Olynyk deal, made possible by Stewart’s rapid progress, opens up Pistons offense

Kelly Olynyk
The 3-point shooting of Kelly Olynyk, their marquee free-agent signing, opens up the offense for the Pistons as they prepare for the 2021-22 NBA season
NBAE/Getty
by Keith Langlois
Web Editor

The Pistons might want to consider playing “O Canada” not only when the Toronto Raptors visit Little Caesars Arena next season but for every home game. After signing three Canadian natives in free agency – Kelly Olynyk, Cory Joseph and Trey Lyles – it only seems right. Did the Red Wings sign three Canadian free agents?

You can chalk the fact the Pistons wound up with three players from Canada in free agency as coincidence, but there was a clear deliberate intent behind the totality of Pistons off-season moves to field a team better able to create offensive spacing and exploit the resulting gaps produced in opposition defenses.

Beyond the addition of No. 1 overall pick Cade Cunningham, the addition that will allow the Pistons to effect the greatest stylistic change was the signing of Olynyk to essentially take the rotation spot held last season by Mason Plumlee.

Plumlee was everything the Pistons expected and asked him to be last season, a workhorse who helped the offense function with his screening and adroit dribble handoffs. The intangibles he brought will leave a lasting impact on the next generation of Pistons, starting with Troy Weaver’s “Core Four” 2020 draft picks – Killian Hayes, Isaiah Stewart, Saddiq Bey and Saben Lee.

But Plumlee wasn’t a threat outside the paint, never mind to the 3-point line, and that complicates the task of orchestrating a highly functioning offense in an era where teams have to score with ever greater efficiency to keep up.

Olynyk, 30, is a Toronto native like Joseph, who turns 30 next week. They have a long history and have been teammates on Canada’s national team. While Joseph was a one-and-done college player, Olynyk spent three years at Gonzaga before going 13th in the 2013 draft. He spent his first four seasons in Boston and the next 3½ in Miami before being involved in a March trade to Houston that sent Victor Oladipo to the Heat.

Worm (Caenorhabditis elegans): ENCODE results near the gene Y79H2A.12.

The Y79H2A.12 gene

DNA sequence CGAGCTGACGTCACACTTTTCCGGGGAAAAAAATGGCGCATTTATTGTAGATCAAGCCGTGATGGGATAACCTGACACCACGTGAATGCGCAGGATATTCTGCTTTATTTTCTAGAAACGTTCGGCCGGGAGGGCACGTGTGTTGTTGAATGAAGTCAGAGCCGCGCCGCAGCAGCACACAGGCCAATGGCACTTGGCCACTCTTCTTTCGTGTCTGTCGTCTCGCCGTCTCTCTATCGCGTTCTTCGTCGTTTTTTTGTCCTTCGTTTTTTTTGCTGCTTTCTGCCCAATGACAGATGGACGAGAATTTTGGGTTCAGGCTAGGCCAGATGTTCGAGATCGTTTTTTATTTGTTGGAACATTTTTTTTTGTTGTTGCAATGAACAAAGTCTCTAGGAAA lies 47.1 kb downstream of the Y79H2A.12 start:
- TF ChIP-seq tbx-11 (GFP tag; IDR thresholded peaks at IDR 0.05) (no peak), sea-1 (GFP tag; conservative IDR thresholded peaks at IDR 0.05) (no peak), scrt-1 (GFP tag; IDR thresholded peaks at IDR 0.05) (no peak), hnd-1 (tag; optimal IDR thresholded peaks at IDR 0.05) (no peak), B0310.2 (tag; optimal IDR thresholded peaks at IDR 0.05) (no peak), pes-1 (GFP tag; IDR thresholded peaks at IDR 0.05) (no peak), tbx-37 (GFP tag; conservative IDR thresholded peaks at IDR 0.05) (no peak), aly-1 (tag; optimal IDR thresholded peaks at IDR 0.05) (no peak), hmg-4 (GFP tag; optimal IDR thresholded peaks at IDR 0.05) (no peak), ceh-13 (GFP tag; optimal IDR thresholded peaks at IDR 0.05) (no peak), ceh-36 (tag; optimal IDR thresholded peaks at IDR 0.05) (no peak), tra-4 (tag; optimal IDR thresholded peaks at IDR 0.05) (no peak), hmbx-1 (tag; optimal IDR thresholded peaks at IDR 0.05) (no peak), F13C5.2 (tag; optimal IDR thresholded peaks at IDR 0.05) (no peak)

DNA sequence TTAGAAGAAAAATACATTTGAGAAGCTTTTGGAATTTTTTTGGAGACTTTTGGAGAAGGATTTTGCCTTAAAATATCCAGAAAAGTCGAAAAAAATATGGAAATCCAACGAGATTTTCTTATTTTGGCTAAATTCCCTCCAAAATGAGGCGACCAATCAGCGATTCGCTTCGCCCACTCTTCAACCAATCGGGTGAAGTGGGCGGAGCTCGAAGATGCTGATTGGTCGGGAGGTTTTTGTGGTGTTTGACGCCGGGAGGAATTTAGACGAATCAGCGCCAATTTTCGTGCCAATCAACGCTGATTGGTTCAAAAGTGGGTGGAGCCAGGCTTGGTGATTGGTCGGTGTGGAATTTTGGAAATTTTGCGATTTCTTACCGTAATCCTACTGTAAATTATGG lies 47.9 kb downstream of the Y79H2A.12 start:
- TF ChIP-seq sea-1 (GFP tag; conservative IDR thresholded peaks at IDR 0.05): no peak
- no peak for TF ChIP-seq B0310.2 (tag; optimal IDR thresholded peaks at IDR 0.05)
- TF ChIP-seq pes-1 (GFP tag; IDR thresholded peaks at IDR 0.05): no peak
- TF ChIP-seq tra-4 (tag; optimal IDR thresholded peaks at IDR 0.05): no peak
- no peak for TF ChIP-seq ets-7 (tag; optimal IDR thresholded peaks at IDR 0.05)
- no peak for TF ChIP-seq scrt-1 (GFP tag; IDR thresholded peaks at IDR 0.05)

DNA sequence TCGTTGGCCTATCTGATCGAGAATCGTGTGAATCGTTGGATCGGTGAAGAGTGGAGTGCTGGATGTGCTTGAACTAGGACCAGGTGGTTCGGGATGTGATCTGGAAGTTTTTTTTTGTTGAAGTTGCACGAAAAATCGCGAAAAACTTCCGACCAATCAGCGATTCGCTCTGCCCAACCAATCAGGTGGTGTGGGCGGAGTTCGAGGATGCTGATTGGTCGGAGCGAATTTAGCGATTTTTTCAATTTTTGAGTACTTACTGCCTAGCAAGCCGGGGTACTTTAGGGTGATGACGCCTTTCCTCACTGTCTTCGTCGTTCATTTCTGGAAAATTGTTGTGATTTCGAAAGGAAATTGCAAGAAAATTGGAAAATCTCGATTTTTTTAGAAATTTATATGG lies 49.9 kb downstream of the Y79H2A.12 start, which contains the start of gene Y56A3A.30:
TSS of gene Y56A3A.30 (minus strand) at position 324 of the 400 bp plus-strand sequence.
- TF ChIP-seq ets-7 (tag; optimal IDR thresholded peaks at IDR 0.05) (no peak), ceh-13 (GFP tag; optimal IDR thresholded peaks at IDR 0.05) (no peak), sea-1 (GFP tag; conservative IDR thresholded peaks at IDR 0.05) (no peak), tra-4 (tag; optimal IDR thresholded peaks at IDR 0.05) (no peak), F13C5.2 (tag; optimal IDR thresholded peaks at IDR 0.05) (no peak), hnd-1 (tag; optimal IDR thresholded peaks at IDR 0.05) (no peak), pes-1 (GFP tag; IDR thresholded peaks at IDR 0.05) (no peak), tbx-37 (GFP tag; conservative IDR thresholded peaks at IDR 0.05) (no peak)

He’s a career 37 percent 3-point shooter who’s taken more than 40 percent of his shots from the arc and he’s comfortable putting the ball on the floor. Whether he starts or comes off the bench – Olynyk has started 165 of 570 career games for teams that have gone to the playoffs five times – Olynyk is in line for a significant role.

He’ll likely wind up sharing the center spot with Stewart, whose rookie impact and promise surely had an impact on the decision to trade Plumlee to Charlotte on draft night to create the cap space to pursue Olynyk. Stewart’s ability to fulfill many of the tasks the Pistons asked Plumlee to assume liberated them to look for a big man with the shooting range to take their offense to the next level. And because both Stewart and Olynyk offer two-position versatility, they can share the floor without clogging it if Dwane Casey wants to go bigger to create matchup advantages.

In bringing Joseph back, Casey retains a tremendous advocate and a guiding force for last year’s rookie point guards, Hayes and Lee. The Pistons traded Delon Wright for Joseph at the trade deadline mostly for the flexibility his contract for 2021-22 provided – only $2.4 million was guaranteed – but also because Casey knew how his professionalism and selflessness would resonate with the young core being steeped in the culture Weaver and Casey are intent on fostering. He responded with the best basketball of his 10-year career and has the skill set and temperament to adapt to any role Casey settles on for him as the careers of Hayes and Lee progress.

The Pistons similarly waived Rodney McGruder, another veteran whose leadership was extolled by Weaver and Casey last season, to bring him back on a more modest contract. McGruder, too, affords Casey great latitude for his ability to defend all across the perimeter and willingness to adapt to any role. He even served as emergency point guard last season and held his own.

Lyles, 25, is a native of Saskatchewan who spent one season at Kentucky and was the 12th pick in the 2015 NBA draft, taken one spot ahead of Wildcats teammate Devin Booker. He’s spent two seasons each with Utah, Denver and San Antonio and started 103 of 374 career games. At 6-foot-9, Lyles is a 34 percent career 3-point shooter and might have more to give in that area in a Casey offense that’s historically been proficient at producing open threes. Lyles is big and physical enough to give the Pistons minutes at center.

The Pistons also have re-signed restricted free agent Frank Jackson, who had a breakout season while playing on a two-way contract. Picked up by the Pistons in December after being waived by Oklahoma City, Jackson thrived as a bench scorer, averaging 12.1 points after the All-Star break and shooting 41 percent from the 3-point line for the season.

The Pistons are currently at the limit of 15 standard contracts and still have Hamidou Diallo’s situation as a restricted free agent unresolved, leaving open the possibility – and perhaps the likelihood – that another move is coming. The number of potential Diallo suitors has shrunk as most teams have effectively exhausted their cap space and are running out of roster spots.

The Pistons have one remaining open two-way contract after signing UCLA’s Chris Smith, recovering from an ACL injury, to a two-way deal and need to resolve the status of second-round draft picks Luka Garza and Balsa Koprivica. The third second-round pick, Michigan’s Isaiah Livers, has been signed to a standard contract.

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